‘People came to this country for either money or freedom. If you don’t have money, you cling to your freedoms all the more angrily … You may be poor, but the one thing nobody can take away from you is the freedom to fuck up your life whatever way you want to.’
Since Freedom has been called the literary sensation of 2010, it is tempting to try to find some fault in it. Unfortunately, even the typographical errors that accidentally slipped into the early print runs of this novel do very little to detract from its cleverness. Those who purchased one of these copies (a large number of which have been pulped) may even be hopeful of selling it as a collector’s edition at some later point in time.
This novel is as unaffected, crisp and surprising as dry ice. It tells the suburban history of Walter and Patty Berglund and their children, Joey and Jessica (the ‘show horse’ and ‘work horse’ of the family respectively). Jessica is the least present in the novel, perhaps because she is the most restrained.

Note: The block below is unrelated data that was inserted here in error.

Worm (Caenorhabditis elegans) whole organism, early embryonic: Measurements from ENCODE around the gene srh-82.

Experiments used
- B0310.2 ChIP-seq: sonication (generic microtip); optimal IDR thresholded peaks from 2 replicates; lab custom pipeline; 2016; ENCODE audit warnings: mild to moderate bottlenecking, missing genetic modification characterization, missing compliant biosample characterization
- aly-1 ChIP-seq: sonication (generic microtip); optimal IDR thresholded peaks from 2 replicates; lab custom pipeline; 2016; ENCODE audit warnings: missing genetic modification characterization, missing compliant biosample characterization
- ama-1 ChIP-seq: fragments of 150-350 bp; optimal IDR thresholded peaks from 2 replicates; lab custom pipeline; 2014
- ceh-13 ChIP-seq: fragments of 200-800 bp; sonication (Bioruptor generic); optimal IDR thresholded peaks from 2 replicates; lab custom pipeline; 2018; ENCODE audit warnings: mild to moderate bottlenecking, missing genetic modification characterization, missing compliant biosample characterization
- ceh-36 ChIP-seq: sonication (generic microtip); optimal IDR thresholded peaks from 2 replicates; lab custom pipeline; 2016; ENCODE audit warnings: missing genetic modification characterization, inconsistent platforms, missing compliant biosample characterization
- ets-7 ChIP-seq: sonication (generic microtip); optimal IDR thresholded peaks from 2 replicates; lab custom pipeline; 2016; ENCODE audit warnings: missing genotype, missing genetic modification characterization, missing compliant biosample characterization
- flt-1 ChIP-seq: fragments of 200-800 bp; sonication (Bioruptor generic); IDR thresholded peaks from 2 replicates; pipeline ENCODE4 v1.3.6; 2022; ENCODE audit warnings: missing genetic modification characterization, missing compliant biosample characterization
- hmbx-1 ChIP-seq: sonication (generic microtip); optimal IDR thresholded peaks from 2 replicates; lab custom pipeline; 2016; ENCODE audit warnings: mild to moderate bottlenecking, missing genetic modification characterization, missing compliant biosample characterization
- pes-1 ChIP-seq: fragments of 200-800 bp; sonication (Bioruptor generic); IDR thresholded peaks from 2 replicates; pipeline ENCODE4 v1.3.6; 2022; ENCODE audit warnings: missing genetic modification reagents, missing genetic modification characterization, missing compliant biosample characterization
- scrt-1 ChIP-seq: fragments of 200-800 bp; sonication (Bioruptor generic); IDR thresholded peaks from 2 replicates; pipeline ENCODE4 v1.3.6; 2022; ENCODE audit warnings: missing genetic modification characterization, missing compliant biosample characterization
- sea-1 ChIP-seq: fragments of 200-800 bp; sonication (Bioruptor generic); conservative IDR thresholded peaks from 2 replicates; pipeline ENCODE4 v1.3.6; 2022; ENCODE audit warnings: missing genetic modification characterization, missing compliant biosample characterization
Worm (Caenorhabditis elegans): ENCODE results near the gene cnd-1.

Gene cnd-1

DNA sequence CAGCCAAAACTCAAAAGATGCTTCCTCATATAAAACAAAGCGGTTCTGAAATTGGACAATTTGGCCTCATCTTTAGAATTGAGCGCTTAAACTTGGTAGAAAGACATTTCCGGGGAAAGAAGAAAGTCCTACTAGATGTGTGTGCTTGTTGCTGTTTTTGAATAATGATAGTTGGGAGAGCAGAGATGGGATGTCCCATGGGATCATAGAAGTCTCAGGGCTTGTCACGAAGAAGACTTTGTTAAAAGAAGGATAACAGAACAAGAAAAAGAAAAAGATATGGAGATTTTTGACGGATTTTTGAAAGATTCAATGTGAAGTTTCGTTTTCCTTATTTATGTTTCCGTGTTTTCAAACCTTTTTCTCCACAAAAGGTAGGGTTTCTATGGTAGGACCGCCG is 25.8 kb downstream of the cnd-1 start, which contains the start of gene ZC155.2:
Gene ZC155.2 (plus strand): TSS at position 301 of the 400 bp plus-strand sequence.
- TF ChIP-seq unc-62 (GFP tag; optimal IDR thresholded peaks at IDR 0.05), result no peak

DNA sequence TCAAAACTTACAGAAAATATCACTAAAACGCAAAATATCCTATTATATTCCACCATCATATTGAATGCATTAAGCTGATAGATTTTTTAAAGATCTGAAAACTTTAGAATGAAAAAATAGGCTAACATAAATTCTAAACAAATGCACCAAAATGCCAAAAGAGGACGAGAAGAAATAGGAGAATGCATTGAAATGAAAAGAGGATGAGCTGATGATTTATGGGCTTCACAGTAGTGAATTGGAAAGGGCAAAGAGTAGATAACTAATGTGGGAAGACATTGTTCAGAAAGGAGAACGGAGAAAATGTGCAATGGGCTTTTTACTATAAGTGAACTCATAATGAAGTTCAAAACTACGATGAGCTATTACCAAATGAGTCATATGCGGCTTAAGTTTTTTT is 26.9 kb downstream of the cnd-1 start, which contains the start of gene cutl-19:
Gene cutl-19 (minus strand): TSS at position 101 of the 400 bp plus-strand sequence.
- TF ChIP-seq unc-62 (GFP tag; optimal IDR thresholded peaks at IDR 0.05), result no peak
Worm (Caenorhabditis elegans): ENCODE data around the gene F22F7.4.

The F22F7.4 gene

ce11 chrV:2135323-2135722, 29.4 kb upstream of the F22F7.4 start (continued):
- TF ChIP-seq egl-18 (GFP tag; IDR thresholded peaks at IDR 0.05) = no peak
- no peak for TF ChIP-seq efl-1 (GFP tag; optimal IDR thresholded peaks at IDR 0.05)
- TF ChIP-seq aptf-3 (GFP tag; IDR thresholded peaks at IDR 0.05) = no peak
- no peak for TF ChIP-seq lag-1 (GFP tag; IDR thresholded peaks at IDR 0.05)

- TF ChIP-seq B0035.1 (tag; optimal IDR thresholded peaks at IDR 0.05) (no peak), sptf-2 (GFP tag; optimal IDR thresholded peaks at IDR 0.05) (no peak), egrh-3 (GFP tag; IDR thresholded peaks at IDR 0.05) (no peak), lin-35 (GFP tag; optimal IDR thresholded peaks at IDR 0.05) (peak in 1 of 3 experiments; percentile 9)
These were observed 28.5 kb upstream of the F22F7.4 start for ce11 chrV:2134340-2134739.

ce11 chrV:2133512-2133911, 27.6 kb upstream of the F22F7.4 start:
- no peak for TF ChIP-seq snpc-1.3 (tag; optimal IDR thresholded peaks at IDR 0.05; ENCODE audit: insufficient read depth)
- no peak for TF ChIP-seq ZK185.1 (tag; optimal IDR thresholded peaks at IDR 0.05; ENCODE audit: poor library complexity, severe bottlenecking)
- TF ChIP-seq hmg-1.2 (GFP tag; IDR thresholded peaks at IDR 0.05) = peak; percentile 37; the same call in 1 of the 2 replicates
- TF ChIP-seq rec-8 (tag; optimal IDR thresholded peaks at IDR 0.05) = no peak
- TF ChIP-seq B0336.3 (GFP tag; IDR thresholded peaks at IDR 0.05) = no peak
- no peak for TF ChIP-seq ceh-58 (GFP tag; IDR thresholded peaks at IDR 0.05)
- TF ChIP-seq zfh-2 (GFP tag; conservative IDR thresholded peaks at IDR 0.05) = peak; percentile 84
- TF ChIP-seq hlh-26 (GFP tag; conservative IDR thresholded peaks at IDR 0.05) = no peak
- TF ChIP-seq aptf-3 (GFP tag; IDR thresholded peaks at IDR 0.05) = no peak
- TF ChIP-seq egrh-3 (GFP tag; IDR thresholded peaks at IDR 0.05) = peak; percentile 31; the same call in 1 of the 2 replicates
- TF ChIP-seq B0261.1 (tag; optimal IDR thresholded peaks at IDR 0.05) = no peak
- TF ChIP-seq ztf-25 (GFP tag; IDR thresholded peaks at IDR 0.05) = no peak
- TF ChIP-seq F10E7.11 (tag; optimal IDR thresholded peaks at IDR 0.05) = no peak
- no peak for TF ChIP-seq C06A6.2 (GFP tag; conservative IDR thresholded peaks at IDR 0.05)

The Berglunds are free to pursue all kinds of desires and objectives, whether sexual, altruistic, educational, or financial. (It’s interesting to note as an aside that the Berglunds spend a fair bit of time living on Barrier Street. It is only when they move away that the novel really begins to explore the tensions between personal freedom and collective good.) This liberty is bound to lead to mistakes and conflict. Ultimately, it is a novel about our freedom to choose how to respond to crises, and our freedom to forgive.
The novel took Jonathan Franzen nine years to write, and the evidence of this careful application of skill and patience is in the distance he has created between the reader and the characters, without dulling the impact of this saga or introducing too much cynicism. If you have the opportunity, this is a splendid novel to read over the course of a single weekend, or perhaps a holiday break, because it rewards total immersion. There is much enjoyment to be had in waiting for the first appearance of the word freedom itself, and spotting it at regular intervals thereafter. To borrow one of Patty Berglund’s favoured expressions, this novel is ‘non-optional’.